Carmen, Arizona Opera

of the action was moved into a bullring with choristers and even some audience
members sitting above it in the arena seats. Uzan and Michael Baumgarten
designed the scenery. Patricia A Hibbert created the period costumes and in
Arizona, stage director Kay Walker Castaldo told the story in a more or less
straightforward manner. Thanks to Baumgarten’s atmospheric lighting, one could
imagine Lillas Pastia’s Tavern or a mountain pass on a dark night inside that

Artistic Director and Principal Conductor Joel Revzen led the Arizona Opera
Orchestra in a brisk and powerful rendition of the score. The Carmen and Don
JosÈ on Saturday evening were American mezzo-soprano Beth Clayton and Mexican
tenor Fernando De La Mora. Clayton had considerable difficulty in the first act
and her Habanera was sometimes out of tune but her seductive looks worked their
magic on much of the audience. De La Mora has a robust voice and he used it to
excellent effect. Both vocally and physically, he was a strong, virile

Jossie-Perez.gifJossie Perez [Photo courtesy of Columbia Artists Management Inc.]

Sunday afternoon’s cast offered Puerto Rican mezzo-soprano Jossie Perez as
Carmen and American tenor Garrett Sorenson as Don JosÈ. Perez is a sex kitten
who sings with colorful chest tones so she makes a fine Carmen. Sorenson, a
tenor with an exciting sound, was a dramatic JosÈ whose Flower Song garnered a
number of bravos. He is definitely a singer to watch. Another new singer who may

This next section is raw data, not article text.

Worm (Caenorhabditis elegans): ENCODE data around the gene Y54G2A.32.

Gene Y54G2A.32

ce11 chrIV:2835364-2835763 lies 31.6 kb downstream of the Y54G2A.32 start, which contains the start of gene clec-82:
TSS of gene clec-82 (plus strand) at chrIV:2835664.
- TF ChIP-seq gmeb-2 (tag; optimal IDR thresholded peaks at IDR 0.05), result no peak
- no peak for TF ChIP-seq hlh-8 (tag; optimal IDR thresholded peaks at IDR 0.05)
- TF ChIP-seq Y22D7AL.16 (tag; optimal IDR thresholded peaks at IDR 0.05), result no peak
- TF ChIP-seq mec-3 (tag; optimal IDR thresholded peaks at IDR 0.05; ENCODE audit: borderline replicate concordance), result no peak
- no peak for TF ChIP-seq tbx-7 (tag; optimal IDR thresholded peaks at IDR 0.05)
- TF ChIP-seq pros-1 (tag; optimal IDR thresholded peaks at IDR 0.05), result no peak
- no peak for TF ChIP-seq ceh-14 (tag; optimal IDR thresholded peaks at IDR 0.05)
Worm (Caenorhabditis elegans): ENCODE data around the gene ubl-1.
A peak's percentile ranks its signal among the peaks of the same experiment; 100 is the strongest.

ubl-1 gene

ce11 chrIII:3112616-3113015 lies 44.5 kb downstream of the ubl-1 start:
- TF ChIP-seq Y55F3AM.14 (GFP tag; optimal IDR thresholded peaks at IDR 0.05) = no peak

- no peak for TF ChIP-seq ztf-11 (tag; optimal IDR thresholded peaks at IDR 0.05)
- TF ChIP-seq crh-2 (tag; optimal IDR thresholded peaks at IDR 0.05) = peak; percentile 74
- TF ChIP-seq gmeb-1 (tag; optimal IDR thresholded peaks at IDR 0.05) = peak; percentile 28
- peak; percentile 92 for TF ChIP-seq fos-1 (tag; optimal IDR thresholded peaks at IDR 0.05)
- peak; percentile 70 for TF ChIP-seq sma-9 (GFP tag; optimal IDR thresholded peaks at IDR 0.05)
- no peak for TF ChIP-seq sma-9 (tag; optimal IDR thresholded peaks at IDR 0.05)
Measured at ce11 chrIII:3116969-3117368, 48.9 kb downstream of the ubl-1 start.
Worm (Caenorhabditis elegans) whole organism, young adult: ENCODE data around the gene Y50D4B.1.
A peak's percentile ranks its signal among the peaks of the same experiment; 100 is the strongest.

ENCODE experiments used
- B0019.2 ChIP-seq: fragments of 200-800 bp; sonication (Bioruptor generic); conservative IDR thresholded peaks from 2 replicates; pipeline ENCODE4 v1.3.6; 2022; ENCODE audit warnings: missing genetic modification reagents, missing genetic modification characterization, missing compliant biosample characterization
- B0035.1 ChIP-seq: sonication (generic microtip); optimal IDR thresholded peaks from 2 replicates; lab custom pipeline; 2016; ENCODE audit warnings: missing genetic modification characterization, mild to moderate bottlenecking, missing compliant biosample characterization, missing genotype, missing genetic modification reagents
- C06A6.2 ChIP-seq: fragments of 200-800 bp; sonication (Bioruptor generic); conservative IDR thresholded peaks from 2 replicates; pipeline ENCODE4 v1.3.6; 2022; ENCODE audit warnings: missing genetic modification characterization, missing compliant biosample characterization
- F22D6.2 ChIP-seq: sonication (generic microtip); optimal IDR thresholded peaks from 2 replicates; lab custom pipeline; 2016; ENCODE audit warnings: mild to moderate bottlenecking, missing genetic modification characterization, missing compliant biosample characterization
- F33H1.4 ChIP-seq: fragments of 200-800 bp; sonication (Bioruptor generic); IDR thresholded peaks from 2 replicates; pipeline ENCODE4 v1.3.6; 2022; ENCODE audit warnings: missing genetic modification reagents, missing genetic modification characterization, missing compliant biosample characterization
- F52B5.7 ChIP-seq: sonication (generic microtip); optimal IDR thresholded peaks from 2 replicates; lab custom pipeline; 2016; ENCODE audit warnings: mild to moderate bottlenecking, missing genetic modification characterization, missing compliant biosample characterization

have a good career ahead of her is the radiant-voiced Janinah Burnett. Her
MicaÎla was a brave young woman who tried her best to save JosÈ and sang her
aria with floods of iridescent tone.

Mexican baritone Luis Ledesma looked totally authentic as Escamillo, the
bullfighter, and he sang with a strong polished sound. Peter Volpe was a
stentorian Zuniga who commanded the stage. Studio members Cameron Schutza and
Kevin Wetzel were eminently praiseworthy as El Remendado and El DancaÔro. Their
feminine counterparts Rebecca Sjˆwall and Stephanie Foley Davis suffused their
phrases with emotion as Frasquita and MercÈdËs. Sjˆwall has lovely high notes
and they were most welcome in this opera where the title role is sung by a

This production contained a good bit of Flamenco and ballet featuring Dance
Captain Adam Cates and a group of nine powerful but graceful dancers. Peggy
Hickey’s choreography evoked many images of France and Spain, even bringing to
mind a painting or two. The performances of this Carmen next weekend
in Phoenix should be a most worthwhile addition to the city’s fall

Maria Nockin

image_description=Beth Clayton as Carmen [Photo courtesy of]
product_title=Georges Bizet: Carmen
product_by=Carmen: Beth Clayton (November 13, 19, 21), Jossie Perez (November 14, 20); Jose: Fernando de La Mora (November 13, 19, 21), Garett Sorenson (November 14, 20); Micaela: Janinah Burnett; Escamillo: Luis Ledesma; Zuniga: Peter Volpe; Frasquita: Rebecca Sjˆwall; Mercedes: Stephanie Foley Davis; Remendado: Cameron Schutza; Don Cairo: Kevin Wetzel; Morales: Kevin Wetzel. Conductor: Joel Revzen. Director: Kay Walker Castaldo.
product_id=Above: Beth Clayton as Carmen [Photo courtesy of]